TVC or Why STEAM Needs to be More Inclusive: 10th Anniversary Edition

Nettrice Gaskins
4 min readMay 20, 2024
Dr. Ken Knoespel (Georgia Tech) and local middle school students

The setting was the Robert C. Williams American Museum of Papermaking in Atlanta, Georgia that is dedicated to the preservation of paper technology. The show was titled Africa Beyond Paper and, in addition to various colonial maps, a lukasa board of the Luba kingdom was one of the main artifacts on view. All the elements of the lukasa board carry symbolic meaning. “Reading” the lukasa involves holding the board and tracing the designs and symbols with a forefinger.

My journey to techno-vernacular creativity & innovation

I was completing my PhD studies next door at Georgia Tech and looking for a site to conduct my research. I wanted to see if the use of cultural artifacts and art in math, or computer science would engage underrepresented and underestimated students. After finding a school to participate in my study, one of the teachers emailed me.

I also wanted to let you know that 10 of the students we will be bringing are MOID. If you let me know in a little more detail what all the students will have to do I can talk with the MOID teacher and see if the students will be able to conduct the workshop.

Not knowing what MOID meant I proceeded to schedule the workshop with the middle school students who were predominately Black and Latino. MOID stands for “moderately intellectually deficient” with characteristics that include being slow in understanding and using language and having some difficulties with communication. Luckily, I did not revise my plan because the students showed everyone that they were ready for everything that was made available to them. Understanding language and communicating was not a problem.

A lukasa board

When I visited the middle school I had students will look closely at various artworks/cultural artifacts and respond to inquiry questions. They create their own personal meaning/vision maps and used Culturally Situated Design Tools or CSDTs, which are online apps that allow students to create simulations of cultural arts — Native American beadwork, African American cornrow hairstyles, urban graffiti, and so on — using underlying mathematical and computer science principles.

Personal meaning mapping using cultural designs and drawing (overlay)
Simulating cultural designs using an Afrofuturism CSDT

Next, at the Papermaking Museum, the students had an opportunity to use a ‘digital lukasa’ touchtable, which is like a table-sized iPad for multiple users, with an interactive app that allowed them to use objects to trigger buttons, touch buttons to select options, and move things around. What resulted from this were digital stories that were projected on the walls.

Learning how to use the digital lukasa touchtable
Digital lukasa story projections (on the wall)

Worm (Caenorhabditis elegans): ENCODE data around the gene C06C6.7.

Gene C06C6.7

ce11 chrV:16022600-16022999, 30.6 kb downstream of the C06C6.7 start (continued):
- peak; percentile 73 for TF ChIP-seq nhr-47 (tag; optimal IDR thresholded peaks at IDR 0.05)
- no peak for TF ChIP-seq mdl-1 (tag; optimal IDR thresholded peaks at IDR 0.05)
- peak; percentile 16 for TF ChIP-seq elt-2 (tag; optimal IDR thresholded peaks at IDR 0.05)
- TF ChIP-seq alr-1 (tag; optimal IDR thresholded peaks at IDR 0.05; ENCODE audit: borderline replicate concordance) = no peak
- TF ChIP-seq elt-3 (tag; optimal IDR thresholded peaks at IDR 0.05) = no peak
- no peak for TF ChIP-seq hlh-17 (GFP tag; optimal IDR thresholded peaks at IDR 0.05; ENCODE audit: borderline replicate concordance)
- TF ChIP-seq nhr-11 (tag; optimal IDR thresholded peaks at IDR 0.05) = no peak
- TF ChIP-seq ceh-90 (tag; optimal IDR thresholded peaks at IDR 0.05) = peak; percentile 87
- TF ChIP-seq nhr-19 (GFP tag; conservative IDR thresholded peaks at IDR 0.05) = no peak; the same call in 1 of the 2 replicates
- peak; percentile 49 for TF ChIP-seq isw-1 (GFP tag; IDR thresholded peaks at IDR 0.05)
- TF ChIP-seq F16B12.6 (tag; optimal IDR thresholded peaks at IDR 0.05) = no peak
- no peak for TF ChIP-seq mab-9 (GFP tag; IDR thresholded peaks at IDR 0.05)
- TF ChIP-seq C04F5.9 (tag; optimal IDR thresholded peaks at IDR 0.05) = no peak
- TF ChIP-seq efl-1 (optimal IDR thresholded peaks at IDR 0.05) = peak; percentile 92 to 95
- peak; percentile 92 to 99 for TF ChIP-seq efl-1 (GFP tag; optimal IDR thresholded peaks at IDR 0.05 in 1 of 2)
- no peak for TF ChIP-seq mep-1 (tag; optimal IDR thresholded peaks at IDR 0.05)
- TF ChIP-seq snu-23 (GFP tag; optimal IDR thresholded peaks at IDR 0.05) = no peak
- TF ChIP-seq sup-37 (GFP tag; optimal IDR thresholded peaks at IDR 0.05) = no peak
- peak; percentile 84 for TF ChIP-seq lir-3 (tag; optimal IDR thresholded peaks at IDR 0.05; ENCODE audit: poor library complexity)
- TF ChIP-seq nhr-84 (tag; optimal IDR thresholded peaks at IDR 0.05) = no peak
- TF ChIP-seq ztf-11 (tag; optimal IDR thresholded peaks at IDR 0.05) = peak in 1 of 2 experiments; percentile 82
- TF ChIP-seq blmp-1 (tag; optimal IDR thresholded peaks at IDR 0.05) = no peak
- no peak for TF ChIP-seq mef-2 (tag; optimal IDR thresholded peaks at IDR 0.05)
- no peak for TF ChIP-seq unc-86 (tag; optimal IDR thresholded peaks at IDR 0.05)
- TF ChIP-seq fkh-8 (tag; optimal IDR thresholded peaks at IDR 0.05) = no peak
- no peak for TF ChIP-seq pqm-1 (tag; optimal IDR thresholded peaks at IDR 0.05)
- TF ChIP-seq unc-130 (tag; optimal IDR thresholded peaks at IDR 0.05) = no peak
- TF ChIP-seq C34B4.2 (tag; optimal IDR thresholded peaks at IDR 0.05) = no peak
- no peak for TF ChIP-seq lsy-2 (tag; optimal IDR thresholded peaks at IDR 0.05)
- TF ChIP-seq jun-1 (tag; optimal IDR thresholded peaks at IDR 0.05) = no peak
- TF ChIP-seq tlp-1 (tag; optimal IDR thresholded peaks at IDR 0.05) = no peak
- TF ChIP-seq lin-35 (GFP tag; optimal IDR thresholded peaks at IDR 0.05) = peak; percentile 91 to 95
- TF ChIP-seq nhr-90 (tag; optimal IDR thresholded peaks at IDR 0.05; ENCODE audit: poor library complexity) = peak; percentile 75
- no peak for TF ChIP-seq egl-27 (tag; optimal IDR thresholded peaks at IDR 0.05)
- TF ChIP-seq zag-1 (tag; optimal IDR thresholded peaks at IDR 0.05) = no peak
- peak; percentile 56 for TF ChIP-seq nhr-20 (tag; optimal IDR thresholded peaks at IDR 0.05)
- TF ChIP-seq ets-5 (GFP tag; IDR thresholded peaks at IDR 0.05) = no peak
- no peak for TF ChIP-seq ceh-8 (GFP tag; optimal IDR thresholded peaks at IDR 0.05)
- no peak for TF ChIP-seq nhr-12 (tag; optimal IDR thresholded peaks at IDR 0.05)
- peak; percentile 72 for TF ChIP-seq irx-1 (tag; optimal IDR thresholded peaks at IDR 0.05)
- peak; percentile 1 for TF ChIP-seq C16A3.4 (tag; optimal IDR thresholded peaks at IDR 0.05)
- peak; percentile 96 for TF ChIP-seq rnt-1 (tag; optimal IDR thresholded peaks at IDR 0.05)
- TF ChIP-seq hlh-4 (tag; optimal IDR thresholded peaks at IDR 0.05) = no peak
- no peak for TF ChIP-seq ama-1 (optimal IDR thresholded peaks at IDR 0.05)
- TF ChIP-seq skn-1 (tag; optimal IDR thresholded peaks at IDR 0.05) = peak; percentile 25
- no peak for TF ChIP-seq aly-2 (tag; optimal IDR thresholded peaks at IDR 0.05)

The students’ MOID status didn’t prevent them from participating. Remember that these students were supposed to have difficulties with language and communication. In fact, the students stayed engaged throughout the workshop. I had the students complete a questionnaire and conducted face-to-face interviews with them. One of the middle school teachers used my materials/methods in other classes and reported that students were more engaged than she had ever seen them.

Working with indigenous high school students in Albuquerque, New Mexico

I took this workshop model on the road and noticed that every time I started a class or workshop with artifacts and artworks from students’ cultures/communities there was immediate engagement and the students stayed engaged throughout the activity. It didn’t matter if the activity was analog or digital, art or math/coding. I often combine analog, digital or electronic tasks or projects in one workshop. The content of the workshop is interdisciplinary (analyzes, synthesizes and harmonizes links between disciplines) and transdisciplinary (integrates subjects with humanities).

Learning about Native American art and math using a CSDT in Atlanta, GA
Learning electronics (soldering) in Albuquerque, New Mexico
Learning electronics at Santíssima Trinitat in Barcelona, Spain

The workshop content is also multidisciplinary and this approach led to the creation of a conceptual or theoretical framework (model) that I’ve applied to my current work at the Lesley STEAM Learning Lab and in my first full-length published book, Techno-Vernacular Creativity and Innovation (2021). The latter is half theoretical and half practical so that teachers and researchers can learn about the ways in which non-mainstream cultural works are STEAM, as well as how these works can be used to teach students who are from underrepresented and underestimated groups.

Happy 10th Anniversary!



Nettrice Gaskins

Nettrice is a digital artist, academic, cultural critic and advocate of STEAM education.